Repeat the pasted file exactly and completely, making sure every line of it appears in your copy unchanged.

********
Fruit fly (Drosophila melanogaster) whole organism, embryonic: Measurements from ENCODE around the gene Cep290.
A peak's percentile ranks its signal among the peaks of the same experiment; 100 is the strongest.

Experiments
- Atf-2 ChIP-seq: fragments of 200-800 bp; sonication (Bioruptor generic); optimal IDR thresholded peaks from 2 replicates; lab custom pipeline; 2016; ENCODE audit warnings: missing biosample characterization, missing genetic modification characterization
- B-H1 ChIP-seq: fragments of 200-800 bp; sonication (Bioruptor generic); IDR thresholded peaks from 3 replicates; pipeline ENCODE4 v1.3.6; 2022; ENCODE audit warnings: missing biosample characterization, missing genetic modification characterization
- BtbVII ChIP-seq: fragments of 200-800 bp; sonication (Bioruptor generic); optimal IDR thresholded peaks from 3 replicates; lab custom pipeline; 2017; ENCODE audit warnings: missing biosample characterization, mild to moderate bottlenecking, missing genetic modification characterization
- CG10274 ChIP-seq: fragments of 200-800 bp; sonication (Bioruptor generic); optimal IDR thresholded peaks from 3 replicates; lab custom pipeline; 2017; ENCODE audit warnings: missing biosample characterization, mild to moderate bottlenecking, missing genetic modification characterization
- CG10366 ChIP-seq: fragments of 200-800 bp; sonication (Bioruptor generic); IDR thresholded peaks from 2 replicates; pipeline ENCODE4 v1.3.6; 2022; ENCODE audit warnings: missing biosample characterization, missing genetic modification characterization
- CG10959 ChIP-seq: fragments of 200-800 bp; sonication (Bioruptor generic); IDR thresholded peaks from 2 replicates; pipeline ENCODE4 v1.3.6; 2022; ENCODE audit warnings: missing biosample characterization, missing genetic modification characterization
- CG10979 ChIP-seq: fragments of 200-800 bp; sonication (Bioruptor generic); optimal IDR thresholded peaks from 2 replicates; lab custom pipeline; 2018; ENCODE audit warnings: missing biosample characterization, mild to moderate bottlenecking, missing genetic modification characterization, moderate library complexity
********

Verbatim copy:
Fruit fly (Drosophila melanogaster) whole organism, embryonic: Measurements from ENCODE around the gene Cep290.
A peak's percentile ranks its signal among the peaks of the same experiment; 100 is the strongest.

Experiments
- Atf-2 ChIP-seq: fragments of 200-800 bp; sonication (Bioruptor generic); optimal IDR thresholded peaks from 2 replicates; lab custom pipeline; 2016; ENCODE audit warnings: missing biosample characterization, missing genetic modification characterization
- B-H1 ChIP-seq: fragments of 200-800 bp; sonication (Bioruptor generic); IDR thresholded peaks from 3 replicates; pipeline ENCODE4 v1.3.6; 2022; ENCODE audit warnings: missing biosample characterization, missing genetic modification characterization
- BtbVII ChIP-seq: fragments of 200-800 bp; sonication (Bioruptor generic); optimal IDR thresholded peaks from 3 replicates; lab custom pipeline; 2017; ENCODE audit warnings: missing biosample characterization, mild to moderate bottlenecking, missing genetic modification characterization
- CG10274 ChIP-seq: fragments of 200-800 bp; sonication (Bioruptor generic); optimal IDR thresholded peaks from 3 replicates; lab custom pipeline; 2017; ENCODE audit warnings: missing biosample characterization, mild to moderate bottlenecking, missing genetic modification characterization
- CG10366 ChIP-seq: fragments of 200-800 bp; sonication (Bioruptor generic); IDR thresholded peaks from 2 replicates; pipeline ENCODE4 v1.3.6; 2022; ENCODE audit warnings: missing biosample characterization, missing genetic modification characterization
- CG10959 ChIP-seq: fragments of 200-800 bp; sonication (Bioruptor generic); IDR thresholded peaks from 2 replicates; pipeline ENCODE4 v1.3.6; 2022; ENCODE audit warnings: missing biosample characterization, missing genetic modification characterization
- CG10979 ChIP-seq: fragments of 200-800 bp; sonication (Bioruptor generic); optimal IDR thresholded peaks from 2 replicates; lab custom pipeline; 2018; ENCODE audit warnings: missing biosample characterization, mild to moderate bottlenecking, missing genetic modification characterization, moderate library complexity